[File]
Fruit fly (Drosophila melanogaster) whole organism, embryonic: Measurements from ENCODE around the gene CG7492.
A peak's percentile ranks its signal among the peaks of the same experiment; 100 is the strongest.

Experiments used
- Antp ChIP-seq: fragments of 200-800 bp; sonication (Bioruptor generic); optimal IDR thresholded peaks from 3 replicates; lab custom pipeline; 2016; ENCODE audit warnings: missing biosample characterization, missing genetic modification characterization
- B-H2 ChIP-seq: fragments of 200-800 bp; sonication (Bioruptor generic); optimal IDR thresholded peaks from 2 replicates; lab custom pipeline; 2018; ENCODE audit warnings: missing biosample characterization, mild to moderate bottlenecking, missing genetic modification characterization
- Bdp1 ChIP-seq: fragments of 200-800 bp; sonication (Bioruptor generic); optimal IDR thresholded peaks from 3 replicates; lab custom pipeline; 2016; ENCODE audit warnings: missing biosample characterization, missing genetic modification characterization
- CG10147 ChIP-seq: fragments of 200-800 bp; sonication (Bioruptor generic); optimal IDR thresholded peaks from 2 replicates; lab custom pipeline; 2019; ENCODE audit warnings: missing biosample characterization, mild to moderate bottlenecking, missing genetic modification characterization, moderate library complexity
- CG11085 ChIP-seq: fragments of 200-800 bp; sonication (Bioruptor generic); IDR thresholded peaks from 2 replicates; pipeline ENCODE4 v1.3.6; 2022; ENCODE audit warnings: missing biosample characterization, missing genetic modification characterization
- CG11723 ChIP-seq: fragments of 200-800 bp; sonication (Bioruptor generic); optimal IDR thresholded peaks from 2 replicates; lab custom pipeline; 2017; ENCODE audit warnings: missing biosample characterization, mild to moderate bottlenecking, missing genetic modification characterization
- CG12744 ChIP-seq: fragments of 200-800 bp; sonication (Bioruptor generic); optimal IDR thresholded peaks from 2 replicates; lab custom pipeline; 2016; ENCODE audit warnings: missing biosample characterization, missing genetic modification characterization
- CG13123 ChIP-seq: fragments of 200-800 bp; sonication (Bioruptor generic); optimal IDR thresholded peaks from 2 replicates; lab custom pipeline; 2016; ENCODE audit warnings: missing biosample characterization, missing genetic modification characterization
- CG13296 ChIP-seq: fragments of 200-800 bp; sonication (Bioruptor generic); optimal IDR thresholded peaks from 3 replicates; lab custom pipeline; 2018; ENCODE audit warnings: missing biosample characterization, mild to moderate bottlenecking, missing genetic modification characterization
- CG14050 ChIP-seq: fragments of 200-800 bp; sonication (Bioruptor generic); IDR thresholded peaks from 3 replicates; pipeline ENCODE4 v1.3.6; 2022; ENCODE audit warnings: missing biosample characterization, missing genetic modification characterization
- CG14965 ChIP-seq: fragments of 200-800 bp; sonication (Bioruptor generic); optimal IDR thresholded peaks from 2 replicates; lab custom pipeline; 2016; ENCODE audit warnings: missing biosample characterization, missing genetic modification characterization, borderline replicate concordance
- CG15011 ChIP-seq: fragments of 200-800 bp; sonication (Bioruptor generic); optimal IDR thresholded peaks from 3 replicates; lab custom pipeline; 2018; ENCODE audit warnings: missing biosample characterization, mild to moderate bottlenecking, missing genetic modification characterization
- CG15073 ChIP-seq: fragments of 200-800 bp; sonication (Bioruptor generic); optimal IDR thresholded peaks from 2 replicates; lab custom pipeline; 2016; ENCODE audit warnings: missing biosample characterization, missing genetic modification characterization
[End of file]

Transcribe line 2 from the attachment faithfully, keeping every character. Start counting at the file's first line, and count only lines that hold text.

A peak's percentile ranks its signal among the peaks of the same experiment; 100 is the strongest.